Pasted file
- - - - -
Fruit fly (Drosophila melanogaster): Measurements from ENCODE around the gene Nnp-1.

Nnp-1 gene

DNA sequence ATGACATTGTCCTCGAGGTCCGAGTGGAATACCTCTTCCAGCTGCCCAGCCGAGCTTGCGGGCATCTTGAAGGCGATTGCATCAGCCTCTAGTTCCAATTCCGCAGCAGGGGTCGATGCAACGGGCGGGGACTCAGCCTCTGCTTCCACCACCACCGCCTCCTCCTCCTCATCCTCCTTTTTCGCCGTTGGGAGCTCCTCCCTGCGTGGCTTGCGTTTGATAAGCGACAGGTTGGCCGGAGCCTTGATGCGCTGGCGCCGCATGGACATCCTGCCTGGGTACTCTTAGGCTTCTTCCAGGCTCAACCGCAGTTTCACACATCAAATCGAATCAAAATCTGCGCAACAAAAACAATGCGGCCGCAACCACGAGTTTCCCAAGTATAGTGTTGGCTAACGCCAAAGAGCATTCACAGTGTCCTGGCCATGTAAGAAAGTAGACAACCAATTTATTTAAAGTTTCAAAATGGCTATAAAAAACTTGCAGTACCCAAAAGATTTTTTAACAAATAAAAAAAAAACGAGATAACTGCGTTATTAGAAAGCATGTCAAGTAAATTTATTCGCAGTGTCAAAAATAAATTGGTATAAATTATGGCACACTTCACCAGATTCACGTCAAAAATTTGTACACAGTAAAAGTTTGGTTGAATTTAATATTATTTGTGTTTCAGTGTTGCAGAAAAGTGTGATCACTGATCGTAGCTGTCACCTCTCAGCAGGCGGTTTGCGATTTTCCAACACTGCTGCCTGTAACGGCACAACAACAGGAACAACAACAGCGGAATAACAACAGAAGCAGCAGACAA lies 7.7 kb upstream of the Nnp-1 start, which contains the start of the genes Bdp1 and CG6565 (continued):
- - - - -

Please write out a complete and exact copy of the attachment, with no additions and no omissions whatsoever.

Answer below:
Fruit fly (Drosophila melanogaster): Measurements from ENCODE around the gene Nnp-1.

Nnp-1 gene

DNA sequence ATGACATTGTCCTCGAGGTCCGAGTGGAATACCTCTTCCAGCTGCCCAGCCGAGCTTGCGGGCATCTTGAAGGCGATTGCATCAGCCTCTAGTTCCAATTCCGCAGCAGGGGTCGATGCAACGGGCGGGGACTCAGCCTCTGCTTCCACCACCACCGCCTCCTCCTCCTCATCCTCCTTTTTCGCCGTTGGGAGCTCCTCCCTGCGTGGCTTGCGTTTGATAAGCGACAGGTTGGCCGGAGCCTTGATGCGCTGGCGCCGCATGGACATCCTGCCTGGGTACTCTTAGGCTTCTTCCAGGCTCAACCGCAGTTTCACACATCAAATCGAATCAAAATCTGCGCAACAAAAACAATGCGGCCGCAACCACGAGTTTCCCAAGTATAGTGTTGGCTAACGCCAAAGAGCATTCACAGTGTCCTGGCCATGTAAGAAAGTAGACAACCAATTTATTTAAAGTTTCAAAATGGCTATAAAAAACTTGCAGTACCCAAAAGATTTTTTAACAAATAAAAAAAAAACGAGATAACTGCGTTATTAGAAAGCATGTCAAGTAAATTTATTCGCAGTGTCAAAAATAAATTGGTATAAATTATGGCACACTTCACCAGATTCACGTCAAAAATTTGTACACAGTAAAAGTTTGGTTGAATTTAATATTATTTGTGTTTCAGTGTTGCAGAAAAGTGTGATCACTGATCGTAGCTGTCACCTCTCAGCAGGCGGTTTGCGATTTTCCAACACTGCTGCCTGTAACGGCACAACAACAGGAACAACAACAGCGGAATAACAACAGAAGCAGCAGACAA lies 7.7 kb upstream of the Nnp-1 start, which contains the start of the genes Bdp1 and CG6565 (continued):